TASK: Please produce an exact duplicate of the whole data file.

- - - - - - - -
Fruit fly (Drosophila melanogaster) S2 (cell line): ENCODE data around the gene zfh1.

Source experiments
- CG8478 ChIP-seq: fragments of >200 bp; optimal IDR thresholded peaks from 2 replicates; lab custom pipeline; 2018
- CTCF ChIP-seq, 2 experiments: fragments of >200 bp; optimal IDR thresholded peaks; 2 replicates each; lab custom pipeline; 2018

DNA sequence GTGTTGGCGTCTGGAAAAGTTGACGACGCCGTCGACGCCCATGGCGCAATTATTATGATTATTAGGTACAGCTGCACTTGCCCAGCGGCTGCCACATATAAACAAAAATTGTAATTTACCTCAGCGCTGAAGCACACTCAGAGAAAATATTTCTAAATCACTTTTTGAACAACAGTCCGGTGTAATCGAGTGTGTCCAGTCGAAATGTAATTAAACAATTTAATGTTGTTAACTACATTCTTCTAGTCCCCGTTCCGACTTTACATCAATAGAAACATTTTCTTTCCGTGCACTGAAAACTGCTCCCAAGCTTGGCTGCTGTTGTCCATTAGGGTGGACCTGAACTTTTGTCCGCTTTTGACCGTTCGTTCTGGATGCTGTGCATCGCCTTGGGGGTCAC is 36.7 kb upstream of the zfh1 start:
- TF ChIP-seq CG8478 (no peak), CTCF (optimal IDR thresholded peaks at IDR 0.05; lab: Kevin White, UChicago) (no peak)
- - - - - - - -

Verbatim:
Fruit fly (Drosophila melanogaster) S2 (cell line): ENCODE data around the gene zfh1.

Source experiments
- CG8478 ChIP-seq: fragments of >200 bp; optimal IDR thresholded peaks from 2 replicates; lab custom pipeline; 2018
- CTCF ChIP-seq, 2 experiments: fragments of >200 bp; optimal IDR thresholded peaks; 2 replicates each; lab custom pipeline; 2018

DNA sequence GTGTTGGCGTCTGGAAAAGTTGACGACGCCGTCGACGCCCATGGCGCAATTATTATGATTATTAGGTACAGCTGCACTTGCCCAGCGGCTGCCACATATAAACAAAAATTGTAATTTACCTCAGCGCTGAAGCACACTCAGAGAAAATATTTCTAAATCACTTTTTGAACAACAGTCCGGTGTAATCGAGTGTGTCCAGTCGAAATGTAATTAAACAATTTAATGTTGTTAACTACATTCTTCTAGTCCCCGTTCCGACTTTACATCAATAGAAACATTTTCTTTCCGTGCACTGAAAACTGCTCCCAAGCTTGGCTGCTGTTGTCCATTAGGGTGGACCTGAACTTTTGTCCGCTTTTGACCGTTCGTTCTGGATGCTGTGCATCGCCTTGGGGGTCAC is 36.7 kb upstream of the zfh1 start:
- TF ChIP-seq CG8478 (no peak), CTCF (optimal IDR thresholded peaks at IDR 0.05; lab: Kevin White, UChicago) (no peak)